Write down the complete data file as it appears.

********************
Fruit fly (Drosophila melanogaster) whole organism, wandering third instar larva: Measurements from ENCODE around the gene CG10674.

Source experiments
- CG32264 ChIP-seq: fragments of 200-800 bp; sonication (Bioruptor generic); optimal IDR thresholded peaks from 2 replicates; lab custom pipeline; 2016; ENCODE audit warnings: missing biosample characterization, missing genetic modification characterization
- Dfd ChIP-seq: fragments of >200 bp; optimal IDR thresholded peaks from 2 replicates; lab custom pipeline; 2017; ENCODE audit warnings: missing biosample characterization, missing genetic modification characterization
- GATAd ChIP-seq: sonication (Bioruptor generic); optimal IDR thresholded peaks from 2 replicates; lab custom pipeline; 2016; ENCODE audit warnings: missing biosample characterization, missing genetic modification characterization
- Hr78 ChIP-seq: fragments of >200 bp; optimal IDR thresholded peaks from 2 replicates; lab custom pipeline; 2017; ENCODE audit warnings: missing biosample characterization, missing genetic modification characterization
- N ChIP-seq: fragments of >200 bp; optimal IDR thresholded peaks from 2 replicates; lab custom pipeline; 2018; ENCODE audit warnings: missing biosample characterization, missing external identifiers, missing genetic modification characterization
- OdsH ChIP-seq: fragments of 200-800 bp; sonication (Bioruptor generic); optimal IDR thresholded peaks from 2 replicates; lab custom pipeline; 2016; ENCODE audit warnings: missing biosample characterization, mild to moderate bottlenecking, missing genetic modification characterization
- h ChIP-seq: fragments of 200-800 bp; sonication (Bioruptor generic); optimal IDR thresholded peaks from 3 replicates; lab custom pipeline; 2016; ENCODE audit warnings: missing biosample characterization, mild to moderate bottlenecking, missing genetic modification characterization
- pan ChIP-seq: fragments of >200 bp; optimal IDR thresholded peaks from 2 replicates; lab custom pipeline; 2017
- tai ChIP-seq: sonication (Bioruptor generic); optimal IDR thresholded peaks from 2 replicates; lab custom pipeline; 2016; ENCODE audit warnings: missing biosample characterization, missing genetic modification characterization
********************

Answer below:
Fruit fly (Drosophila melanogaster) whole organism, wandering third instar larva: Measurements from ENCODE around the gene CG10674.

Source experiments
- CG32264 ChIP-seq: fragments of 200-800 bp; sonication (Bioruptor generic); optimal IDR thresholded peaks from 2 replicates; lab custom pipeline; 2016; ENCODE audit warnings: missing biosample characterization, missing genetic modification characterization
- Dfd ChIP-seq: fragments of >200 bp; optimal IDR thresholded peaks from 2 replicates; lab custom pipeline; 2017; ENCODE audit warnings: missing biosample characterization, missing genetic modification characterization
- GATAd ChIP-seq: sonication (Bioruptor generic); optimal IDR thresholded peaks from 2 replicates; lab custom pipeline; 2016; ENCODE audit warnings: missing biosample characterization, missing genetic modification characterization
- Hr78 ChIP-seq: fragments of >200 bp; optimal IDR thresholded peaks from 2 replicates; lab custom pipeline; 2017; ENCODE audit warnings: missing biosample characterization, missing genetic modification characterization
- N ChIP-seq: fragments of >200 bp; optimal IDR thresholded peaks from 2 replicates; lab custom pipeline; 2018; ENCODE audit warnings: missing biosample characterization, missing external identifiers, missing genetic modification characterization
- OdsH ChIP-seq: fragments of 200-800 bp; sonication (Bioruptor generic); optimal IDR thresholded peaks from 2 replicates; lab custom pipeline; 2016; ENCODE audit warnings: missing biosample characterization, mild to moderate bottlenecking, missing genetic modification characterization
- h ChIP-seq: fragments of 200-800 bp; sonication (Bioruptor generic); optimal IDR thresholded peaks from 3 replicates; lab custom pipeline; 2016; ENCODE audit warnings: missing biosample characterization, mild to moderate bottlenecking, missing genetic modification characterization
- pan ChIP-seq: fragments of >200 bp; optimal IDR thresholded peaks from 2 replicates; lab custom pipeline; 2017
- tai ChIP-seq: sonication (Bioruptor generic); optimal IDR thresholded peaks from 2 replicates; lab custom pipeline; 2016; ENCODE audit warnings: missing biosample characterization, missing genetic modification characterization